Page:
Now, us folks here in this forum get the value of employee surveys. When done well and with expertise they are an excellent starting point in a longer process of understanding and engaging employees in an awareness of how actions link to purpose and what can be done to transform organizations on a continuous basis.
And then there are others. You know who they are. The following are common statements and reactions from those who use the word “employee survey” as a handy substitute for their worst expletive. They may seem bitter and angry, but they’re just fearful. Here’s how to spot the Fearful Few, the language they use:
1. “Only negative people answer surveys.” You usually hear this when an employee surveys shows only 12% of employees have high morale and 3% trust the boss. Of course if that were true there would never be any positive ratings on any survey–and usually there are. It’s very easy for those feeling responsible for survey results to adopt the “3-D Defense:” Deny, Deflect, and Delay. The challenge is to help those feeling guilty, angry, or defensive to start looking through the lens of process not personality. What process, system, or structure needs addressing? Bearing in mind that in some cases personalities and behaviors are indeed the cause of grinding in the gears.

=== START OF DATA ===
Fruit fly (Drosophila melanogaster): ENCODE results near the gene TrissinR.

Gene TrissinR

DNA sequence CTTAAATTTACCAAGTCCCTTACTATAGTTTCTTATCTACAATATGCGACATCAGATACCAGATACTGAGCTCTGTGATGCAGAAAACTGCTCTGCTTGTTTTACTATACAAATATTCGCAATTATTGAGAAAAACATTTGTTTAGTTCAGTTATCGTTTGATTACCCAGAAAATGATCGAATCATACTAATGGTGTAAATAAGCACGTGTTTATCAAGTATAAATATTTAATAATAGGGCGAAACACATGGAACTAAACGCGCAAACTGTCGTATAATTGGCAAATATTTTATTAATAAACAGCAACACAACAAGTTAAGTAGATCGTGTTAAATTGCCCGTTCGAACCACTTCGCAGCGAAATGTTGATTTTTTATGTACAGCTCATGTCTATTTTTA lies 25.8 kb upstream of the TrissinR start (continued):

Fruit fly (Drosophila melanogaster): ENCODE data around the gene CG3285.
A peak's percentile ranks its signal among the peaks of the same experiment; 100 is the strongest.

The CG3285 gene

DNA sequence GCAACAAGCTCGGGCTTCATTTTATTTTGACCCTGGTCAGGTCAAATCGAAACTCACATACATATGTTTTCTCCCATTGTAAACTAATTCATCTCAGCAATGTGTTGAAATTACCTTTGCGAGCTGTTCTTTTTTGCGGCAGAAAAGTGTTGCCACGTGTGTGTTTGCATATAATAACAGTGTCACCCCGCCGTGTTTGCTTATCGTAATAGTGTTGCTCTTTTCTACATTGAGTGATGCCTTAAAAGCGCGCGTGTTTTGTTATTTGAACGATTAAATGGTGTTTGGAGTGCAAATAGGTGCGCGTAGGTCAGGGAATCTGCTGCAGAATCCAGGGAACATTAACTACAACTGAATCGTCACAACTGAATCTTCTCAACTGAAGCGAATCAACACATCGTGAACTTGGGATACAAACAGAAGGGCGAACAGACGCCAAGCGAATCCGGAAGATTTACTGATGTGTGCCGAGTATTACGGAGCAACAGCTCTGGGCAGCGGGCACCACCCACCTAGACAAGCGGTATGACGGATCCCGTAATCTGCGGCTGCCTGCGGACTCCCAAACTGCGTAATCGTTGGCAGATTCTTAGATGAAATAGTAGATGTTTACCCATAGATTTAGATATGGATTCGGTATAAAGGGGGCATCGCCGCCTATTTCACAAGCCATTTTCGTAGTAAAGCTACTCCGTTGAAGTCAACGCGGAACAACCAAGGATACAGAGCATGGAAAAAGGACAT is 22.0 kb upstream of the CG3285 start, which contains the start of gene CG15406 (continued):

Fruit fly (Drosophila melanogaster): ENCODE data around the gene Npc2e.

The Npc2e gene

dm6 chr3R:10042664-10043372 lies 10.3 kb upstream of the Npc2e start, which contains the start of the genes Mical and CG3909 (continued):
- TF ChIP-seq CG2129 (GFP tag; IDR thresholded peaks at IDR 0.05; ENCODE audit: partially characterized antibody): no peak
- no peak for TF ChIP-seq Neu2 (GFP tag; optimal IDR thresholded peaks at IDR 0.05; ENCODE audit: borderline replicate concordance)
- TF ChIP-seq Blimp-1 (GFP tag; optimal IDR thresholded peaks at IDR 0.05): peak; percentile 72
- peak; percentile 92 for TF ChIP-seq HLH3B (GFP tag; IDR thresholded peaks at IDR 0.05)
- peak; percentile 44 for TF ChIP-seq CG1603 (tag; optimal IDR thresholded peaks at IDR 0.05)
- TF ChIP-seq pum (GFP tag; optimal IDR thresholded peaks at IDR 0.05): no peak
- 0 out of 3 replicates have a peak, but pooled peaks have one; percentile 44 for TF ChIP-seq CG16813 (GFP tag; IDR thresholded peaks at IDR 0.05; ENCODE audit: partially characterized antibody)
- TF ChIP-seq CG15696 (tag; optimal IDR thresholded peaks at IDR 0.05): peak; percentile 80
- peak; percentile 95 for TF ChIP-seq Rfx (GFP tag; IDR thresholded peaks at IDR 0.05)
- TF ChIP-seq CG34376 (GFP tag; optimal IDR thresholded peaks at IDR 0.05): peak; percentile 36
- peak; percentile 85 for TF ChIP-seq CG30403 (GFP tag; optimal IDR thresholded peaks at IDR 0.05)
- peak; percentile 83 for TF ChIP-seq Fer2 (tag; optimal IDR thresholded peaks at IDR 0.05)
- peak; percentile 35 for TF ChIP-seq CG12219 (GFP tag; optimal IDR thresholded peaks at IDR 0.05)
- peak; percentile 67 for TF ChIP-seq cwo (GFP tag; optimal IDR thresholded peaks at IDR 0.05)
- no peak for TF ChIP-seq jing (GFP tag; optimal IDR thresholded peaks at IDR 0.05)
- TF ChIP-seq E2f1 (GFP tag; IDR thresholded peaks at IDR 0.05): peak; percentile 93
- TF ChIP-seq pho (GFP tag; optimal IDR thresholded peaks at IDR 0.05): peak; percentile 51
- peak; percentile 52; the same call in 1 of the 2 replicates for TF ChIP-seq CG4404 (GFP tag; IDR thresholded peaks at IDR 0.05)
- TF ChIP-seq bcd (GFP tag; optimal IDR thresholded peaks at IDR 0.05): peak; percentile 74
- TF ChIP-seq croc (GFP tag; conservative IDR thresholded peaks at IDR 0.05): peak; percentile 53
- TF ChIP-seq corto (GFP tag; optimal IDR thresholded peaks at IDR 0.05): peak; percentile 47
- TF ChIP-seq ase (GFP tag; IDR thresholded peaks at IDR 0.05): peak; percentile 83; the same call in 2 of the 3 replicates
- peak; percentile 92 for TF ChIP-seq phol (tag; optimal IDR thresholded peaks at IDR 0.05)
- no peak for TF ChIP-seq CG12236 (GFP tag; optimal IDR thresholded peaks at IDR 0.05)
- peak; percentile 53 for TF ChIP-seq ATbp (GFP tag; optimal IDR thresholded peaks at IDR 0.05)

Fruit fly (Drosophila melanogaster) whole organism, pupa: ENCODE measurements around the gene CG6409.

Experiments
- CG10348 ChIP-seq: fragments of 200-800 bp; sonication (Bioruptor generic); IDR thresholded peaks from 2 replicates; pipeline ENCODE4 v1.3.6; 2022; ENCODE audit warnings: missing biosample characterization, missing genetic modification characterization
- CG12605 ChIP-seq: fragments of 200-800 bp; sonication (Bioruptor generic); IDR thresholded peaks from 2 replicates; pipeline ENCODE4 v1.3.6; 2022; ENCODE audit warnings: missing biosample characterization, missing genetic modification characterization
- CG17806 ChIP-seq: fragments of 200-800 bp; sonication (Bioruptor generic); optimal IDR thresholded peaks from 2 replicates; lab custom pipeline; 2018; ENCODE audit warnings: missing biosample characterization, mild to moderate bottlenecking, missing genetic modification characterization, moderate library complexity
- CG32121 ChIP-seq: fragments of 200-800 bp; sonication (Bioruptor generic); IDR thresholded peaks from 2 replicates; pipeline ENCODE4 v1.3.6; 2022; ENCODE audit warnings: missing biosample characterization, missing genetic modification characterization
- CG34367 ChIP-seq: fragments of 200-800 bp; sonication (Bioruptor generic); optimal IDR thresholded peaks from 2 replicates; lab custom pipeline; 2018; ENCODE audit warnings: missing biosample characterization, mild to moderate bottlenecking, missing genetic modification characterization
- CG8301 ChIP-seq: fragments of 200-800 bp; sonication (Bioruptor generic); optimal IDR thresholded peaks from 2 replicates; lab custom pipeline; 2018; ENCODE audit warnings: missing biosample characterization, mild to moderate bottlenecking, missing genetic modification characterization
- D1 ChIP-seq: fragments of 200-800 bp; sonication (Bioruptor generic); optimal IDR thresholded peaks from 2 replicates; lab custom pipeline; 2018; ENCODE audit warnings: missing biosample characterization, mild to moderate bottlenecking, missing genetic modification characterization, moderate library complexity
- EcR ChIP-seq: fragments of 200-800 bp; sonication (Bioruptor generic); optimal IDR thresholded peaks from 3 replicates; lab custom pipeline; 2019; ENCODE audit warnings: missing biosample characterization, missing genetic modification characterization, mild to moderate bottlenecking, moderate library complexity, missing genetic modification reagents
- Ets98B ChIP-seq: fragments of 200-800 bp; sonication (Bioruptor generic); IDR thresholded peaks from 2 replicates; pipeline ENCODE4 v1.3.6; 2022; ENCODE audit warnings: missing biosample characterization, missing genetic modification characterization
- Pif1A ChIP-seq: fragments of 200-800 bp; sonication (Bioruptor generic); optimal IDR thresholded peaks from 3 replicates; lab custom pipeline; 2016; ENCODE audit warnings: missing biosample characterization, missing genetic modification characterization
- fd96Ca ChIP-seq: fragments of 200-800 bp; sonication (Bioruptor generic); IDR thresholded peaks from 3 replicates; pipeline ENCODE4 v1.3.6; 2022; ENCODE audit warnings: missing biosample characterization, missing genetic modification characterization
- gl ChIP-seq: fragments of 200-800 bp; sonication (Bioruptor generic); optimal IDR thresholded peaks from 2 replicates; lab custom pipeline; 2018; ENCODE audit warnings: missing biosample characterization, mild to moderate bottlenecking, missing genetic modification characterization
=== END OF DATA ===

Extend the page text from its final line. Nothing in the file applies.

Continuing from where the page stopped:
2. “Surveys just tell me what I already know.” Maybe so. But what the survey data will then do is scientifically confirm and validate what you know. You can then move from good gut instinct to proven results–facts as well as feelings. Which helps with credibility when arguing for change, projects, or plans.
3. “Employees are sick of surveys.” Actually, no. What employees are sick of are surveys that ask them questions and appear to ask for input and then disappear into the far reach of some distant galaxy, never to be mentioned again. If you’re serious about starting a processes of engaging employees through a survey, then quickly share the results, create meaningful conversations with employees about why the ratings are what they are, and take actions.
Most progressive organizations regularly survey employees to gauge how they feel about the workplace, what is important to them, what helps create high morale and engagement, and where weaknesses appear in structures, systems, and processes. It is done because how employees feel affects how they do, which impacts how they and the organization are received and trusted by customers and clients. Fear is often equated with a sense of powerlessness and the unknown. Perhaps we can create survey-fearlessness by helping the wary and suspicious understand that asking employees what they think is actually very empowering for all involved.